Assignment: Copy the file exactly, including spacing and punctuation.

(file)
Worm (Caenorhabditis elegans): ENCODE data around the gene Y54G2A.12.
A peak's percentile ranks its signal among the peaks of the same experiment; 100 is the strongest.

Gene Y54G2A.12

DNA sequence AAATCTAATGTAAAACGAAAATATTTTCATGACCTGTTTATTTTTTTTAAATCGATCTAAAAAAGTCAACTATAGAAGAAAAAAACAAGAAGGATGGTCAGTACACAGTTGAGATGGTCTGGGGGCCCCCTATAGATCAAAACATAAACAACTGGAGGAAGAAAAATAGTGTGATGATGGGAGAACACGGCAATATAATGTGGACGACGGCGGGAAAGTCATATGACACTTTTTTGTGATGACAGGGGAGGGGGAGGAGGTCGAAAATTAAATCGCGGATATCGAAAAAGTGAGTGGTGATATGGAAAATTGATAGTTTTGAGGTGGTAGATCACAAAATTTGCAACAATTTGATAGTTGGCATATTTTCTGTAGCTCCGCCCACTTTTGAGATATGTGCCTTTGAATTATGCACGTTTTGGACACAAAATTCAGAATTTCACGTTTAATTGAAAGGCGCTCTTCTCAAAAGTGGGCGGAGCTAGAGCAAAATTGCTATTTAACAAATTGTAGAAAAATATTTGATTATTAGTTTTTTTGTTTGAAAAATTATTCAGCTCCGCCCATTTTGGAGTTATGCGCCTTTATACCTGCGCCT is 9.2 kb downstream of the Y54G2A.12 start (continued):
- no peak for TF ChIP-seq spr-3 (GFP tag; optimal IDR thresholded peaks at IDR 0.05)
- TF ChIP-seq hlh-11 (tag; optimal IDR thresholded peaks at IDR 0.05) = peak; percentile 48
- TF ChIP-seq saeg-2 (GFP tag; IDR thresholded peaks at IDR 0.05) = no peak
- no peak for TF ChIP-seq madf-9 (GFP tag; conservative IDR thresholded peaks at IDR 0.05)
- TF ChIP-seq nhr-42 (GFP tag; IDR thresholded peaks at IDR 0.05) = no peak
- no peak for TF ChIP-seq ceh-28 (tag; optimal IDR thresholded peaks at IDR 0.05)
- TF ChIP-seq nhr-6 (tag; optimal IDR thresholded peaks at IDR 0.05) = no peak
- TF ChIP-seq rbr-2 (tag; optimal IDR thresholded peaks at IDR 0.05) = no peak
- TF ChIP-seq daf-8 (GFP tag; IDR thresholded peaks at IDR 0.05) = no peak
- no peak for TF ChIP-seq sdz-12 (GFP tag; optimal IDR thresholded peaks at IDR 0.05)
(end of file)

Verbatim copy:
Worm (Caenorhabditis elegans): ENCODE data around the gene Y54G2A.12.
A peak's percentile ranks its signal among the peaks of the same experiment; 100 is the strongest.

Gene Y54G2A.12

DNA sequence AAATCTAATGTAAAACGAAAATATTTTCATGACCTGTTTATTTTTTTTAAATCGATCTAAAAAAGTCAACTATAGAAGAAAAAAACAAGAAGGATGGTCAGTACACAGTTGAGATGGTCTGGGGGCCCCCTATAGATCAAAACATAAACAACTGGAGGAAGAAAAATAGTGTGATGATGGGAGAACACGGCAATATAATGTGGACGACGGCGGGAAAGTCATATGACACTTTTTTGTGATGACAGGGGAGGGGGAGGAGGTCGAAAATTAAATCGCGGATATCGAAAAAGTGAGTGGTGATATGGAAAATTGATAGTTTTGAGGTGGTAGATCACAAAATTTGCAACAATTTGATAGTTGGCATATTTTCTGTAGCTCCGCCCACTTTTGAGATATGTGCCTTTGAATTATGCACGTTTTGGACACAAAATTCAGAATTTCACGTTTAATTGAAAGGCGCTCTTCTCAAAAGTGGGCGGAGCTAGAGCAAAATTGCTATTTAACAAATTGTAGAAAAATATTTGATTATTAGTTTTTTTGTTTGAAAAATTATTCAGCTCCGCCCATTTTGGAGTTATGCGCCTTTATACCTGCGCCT is 9.2 kb downstream of the Y54G2A.12 start (continued):
- no peak for TF ChIP-seq spr-3 (GFP tag; optimal IDR thresholded peaks at IDR 0.05)
- TF ChIP-seq hlh-11 (tag; optimal IDR thresholded peaks at IDR 0.05) = peak; percentile 48
- TF ChIP-seq saeg-2 (GFP tag; IDR thresholded peaks at IDR 0.05) = no peak
- no peak for TF ChIP-seq madf-9 (GFP tag; conservative IDR thresholded peaks at IDR 0.05)
- TF ChIP-seq nhr-42 (GFP tag; IDR thresholded peaks at IDR 0.05) = no peak
- no peak for TF ChIP-seq ceh-28 (tag; optimal IDR thresholded peaks at IDR 0.05)
- TF ChIP-seq nhr-6 (tag; optimal IDR thresholded peaks at IDR 0.05) = no peak
- TF ChIP-seq rbr-2 (tag; optimal IDR thresholded peaks at IDR 0.05) = no peak
- TF ChIP-seq daf-8 (GFP tag; IDR thresholded peaks at IDR 0.05) = no peak
- no peak for TF ChIP-seq sdz-12 (GFP tag; optimal IDR thresholded peaks at IDR 0.05)